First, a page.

• unfortunately, it is likely that in parts of the house that WiFi is blocked from accessing, are also probably on a different power circuit
  • most come with an encrypting system
    • this is usually simple to set up and is designed to ensure 3rd parties can't access your network by plugging a compatible device into the same power grid (eg. if you live in units - not usually an issue for houses as transformers severely degree the signal as does long distances > 200m)
  • factors that affect performance speed and may cause drop outs
    • long distances of power line - but can work up to 200-300m from 1st adapter plug
    • receive-end noise matters more than transmit
    • plugging the adapter into a power board/strip, a surge protected system or UPS
    • plugging devices into the other power point of a twin power outlet
    • using certain high frequency generating devices on the circuit such as:
      • USB charger adapters
      • phone and laptop chargers
      • plasma TVs
      • flourescent lights
    • use of dimming switches especially for halogen globes
    • other sources of high frequency electromagnetic interference (EMI - most of EMI is high frequency)
      • computers
      • power cords
      • telephone lines
      • appliances such as vacuum cleaners
    • use of certain types of circuit breakers (specifically some types of ACFIs) in your switchboard which have capacitors instead of inductors in front of the power supply bridge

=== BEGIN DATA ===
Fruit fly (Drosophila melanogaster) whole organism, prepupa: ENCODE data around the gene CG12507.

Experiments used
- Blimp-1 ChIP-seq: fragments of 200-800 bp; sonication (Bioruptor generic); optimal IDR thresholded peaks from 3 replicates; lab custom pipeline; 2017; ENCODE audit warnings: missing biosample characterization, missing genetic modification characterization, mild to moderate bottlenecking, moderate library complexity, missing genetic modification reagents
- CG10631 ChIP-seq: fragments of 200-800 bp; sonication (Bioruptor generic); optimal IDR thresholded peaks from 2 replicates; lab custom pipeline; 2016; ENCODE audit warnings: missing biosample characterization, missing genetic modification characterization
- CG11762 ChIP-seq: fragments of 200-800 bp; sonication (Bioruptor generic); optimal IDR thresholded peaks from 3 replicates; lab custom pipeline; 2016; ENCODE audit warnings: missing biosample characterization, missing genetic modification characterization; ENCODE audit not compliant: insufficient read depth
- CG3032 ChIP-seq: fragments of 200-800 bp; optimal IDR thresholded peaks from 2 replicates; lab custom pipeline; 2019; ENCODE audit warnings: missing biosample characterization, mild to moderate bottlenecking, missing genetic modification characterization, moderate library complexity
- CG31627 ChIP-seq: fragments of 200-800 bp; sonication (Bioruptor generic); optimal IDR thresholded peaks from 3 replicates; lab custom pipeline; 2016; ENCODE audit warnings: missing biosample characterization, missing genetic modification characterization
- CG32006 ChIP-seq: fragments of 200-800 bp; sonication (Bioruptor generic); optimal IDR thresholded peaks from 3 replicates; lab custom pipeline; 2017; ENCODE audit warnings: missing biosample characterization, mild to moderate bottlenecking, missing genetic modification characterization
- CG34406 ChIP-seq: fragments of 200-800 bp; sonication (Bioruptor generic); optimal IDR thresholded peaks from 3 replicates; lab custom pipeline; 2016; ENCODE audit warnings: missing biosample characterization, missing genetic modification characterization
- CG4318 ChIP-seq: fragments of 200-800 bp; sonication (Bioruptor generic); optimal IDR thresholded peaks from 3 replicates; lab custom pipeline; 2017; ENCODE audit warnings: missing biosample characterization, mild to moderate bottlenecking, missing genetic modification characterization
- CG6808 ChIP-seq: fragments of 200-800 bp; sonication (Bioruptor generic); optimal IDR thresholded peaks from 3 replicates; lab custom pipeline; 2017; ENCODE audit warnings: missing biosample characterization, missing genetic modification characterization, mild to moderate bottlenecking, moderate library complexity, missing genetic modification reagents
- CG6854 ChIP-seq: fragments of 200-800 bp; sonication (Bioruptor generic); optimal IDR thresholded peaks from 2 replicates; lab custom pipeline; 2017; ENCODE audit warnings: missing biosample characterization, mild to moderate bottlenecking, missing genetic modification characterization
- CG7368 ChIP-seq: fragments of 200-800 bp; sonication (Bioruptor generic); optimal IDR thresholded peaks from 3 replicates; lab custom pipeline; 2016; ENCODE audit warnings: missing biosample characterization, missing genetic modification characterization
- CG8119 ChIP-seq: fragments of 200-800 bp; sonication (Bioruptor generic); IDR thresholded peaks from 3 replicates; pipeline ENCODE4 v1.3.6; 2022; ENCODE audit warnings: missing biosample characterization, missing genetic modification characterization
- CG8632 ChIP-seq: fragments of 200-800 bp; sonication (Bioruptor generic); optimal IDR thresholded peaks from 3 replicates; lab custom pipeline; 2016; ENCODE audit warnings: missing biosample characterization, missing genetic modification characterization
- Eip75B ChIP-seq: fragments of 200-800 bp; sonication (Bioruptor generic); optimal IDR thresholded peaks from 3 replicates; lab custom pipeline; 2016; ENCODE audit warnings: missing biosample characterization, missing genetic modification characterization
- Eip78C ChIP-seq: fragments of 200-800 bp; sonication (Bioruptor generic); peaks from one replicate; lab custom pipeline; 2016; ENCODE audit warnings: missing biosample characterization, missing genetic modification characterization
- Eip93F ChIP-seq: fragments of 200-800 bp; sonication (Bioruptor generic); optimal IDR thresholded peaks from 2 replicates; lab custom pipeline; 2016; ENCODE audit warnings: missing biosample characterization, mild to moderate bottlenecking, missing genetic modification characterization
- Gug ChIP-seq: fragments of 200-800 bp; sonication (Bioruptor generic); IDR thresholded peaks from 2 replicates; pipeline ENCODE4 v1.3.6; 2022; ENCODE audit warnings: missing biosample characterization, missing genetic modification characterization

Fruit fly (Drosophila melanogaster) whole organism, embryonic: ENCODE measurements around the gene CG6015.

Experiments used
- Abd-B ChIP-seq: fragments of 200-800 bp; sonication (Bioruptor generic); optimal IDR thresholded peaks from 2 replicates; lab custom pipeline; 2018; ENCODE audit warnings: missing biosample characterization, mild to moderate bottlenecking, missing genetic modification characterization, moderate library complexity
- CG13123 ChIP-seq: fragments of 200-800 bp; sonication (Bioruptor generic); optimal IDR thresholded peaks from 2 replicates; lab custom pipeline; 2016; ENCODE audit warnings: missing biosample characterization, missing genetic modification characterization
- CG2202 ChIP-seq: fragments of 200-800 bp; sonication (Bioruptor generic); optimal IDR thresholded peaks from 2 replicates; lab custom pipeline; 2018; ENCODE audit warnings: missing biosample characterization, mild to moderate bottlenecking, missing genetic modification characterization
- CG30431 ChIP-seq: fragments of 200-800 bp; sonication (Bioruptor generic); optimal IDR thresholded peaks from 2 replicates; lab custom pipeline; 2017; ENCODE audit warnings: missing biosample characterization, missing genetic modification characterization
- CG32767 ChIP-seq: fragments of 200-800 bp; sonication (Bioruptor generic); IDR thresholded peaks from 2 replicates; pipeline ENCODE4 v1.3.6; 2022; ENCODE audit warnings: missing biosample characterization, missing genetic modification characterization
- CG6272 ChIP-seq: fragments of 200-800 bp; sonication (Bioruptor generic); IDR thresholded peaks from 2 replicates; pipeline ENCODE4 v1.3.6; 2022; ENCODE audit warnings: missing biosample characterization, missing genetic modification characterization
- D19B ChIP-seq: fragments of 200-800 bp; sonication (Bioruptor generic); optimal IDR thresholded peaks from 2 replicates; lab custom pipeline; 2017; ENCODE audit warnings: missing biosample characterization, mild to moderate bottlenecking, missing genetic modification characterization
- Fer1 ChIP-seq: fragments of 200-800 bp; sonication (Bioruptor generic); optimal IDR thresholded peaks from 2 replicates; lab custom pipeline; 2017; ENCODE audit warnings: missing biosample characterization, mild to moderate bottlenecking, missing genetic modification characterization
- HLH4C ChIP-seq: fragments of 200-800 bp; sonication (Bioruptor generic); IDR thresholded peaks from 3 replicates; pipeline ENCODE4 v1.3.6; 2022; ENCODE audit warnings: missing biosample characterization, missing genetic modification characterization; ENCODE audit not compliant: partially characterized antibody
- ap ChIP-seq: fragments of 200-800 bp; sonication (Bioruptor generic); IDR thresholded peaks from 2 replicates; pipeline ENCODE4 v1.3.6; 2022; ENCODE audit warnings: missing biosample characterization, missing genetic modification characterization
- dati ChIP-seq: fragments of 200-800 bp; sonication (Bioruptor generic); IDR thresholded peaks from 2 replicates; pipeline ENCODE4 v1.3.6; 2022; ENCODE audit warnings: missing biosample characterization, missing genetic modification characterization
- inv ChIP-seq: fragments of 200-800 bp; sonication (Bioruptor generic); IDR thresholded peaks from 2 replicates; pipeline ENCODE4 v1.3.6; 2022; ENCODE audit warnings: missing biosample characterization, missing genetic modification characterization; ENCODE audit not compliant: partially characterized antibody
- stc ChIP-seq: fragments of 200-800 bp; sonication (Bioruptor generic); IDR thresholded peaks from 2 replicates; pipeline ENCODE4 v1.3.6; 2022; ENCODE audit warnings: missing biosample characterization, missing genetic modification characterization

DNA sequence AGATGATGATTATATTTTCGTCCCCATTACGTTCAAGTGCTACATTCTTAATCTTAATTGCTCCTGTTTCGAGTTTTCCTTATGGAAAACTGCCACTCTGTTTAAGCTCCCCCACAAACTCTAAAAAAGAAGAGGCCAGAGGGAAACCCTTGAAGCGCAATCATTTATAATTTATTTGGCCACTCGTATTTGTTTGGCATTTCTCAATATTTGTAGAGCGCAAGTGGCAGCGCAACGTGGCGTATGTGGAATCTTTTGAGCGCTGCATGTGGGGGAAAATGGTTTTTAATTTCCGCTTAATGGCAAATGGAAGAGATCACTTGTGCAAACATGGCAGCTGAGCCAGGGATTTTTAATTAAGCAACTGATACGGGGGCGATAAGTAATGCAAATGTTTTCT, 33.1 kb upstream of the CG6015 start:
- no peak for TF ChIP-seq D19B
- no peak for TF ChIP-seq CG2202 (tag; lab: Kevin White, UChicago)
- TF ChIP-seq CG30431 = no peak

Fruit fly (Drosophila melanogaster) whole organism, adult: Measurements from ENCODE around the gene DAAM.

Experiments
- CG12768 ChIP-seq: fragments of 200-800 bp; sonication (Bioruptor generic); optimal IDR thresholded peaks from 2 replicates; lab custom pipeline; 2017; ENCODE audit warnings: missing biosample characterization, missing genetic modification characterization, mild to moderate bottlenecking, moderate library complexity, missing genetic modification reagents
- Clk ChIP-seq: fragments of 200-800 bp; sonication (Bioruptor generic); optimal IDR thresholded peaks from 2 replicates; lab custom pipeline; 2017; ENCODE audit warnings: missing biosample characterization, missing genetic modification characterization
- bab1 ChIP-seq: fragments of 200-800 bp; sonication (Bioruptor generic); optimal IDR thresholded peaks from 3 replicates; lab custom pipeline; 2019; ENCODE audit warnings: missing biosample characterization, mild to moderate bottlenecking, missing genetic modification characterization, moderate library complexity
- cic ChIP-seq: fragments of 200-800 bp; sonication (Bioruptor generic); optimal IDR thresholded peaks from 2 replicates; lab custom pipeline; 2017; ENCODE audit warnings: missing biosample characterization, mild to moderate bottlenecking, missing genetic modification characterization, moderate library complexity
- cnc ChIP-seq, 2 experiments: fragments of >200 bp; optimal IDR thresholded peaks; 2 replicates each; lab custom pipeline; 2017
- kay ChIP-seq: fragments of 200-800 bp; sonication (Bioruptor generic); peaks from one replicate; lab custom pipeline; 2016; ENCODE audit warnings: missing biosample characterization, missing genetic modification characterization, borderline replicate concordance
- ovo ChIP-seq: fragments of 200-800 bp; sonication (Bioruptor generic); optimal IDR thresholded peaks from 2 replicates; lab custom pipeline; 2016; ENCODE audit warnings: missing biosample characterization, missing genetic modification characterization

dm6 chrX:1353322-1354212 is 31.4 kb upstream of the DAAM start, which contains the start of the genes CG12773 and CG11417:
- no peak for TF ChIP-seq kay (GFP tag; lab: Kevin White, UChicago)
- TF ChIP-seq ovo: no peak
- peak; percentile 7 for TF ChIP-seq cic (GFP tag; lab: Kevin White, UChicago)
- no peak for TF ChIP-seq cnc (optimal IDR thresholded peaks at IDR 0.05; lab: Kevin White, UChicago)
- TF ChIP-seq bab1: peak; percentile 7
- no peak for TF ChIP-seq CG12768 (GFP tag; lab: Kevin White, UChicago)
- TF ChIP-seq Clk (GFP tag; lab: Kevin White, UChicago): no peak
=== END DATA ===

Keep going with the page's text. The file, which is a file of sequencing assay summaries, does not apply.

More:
• ACFIs are used to prevent electrical fires
        • Square D and Moeller/Eaton AFCIs apparently have a friendly design
          • at least this applies to Square-D/Schneider HOM120AFI and the Eaton CL120AF AFCI breakers
        • Siemens and Murray AFCIs apparently have capacitors which severely disrupt the signal as these capacitors block DC currents
      • in Australia, since 1991, all houses have Safety Switch which is a residual-current circuit breaker (RCCB) (ground fault circuit interrupter (GFCI) in US terminology) and act as earth leakage circuit breakers (ELCB). These should not affect the ethernet signal except that a maximum of three subcircuits may be connected to a single Safety Switch.
  • tips for improving the network signal and hence speed
    • use a faster adapter kit which uses at least AV2 type adapters
    • use the same vendor adapters to ensure optimal compatibility (specifically you need the same chipsets and these are generally either Broadcom and Qualcomm Atheros chipsets)
    • where possible use power outlets on the same electrical circuit and these should not have unfriendly circuit breakers
    • do NOT plug into a power board/strip - this is likely to drop speed by at least 15%
    • do not plug into a surge protector device this may severely reduce the signal
    • avoid interference of other high frequency generating devices (especially at the receiving adapter end) as above by filtering them out such as by:
      • plugging these other devices into a 2m extension cord, or,
      • plugging these other devices into a low pass filter compatible with Powerline, or,
      • plug into the adapter's rear pass-through power point if it has one, or,
      • put everything except the powerline adapter on a battery-backed Uninterruptible power supply (UPS), but the UPS itself can generate noise, so you may end up needing to plug it into a line filter, too
  • see also:
it/network_extending.txt · Last modified: 2020/04/19 16:29 by gary1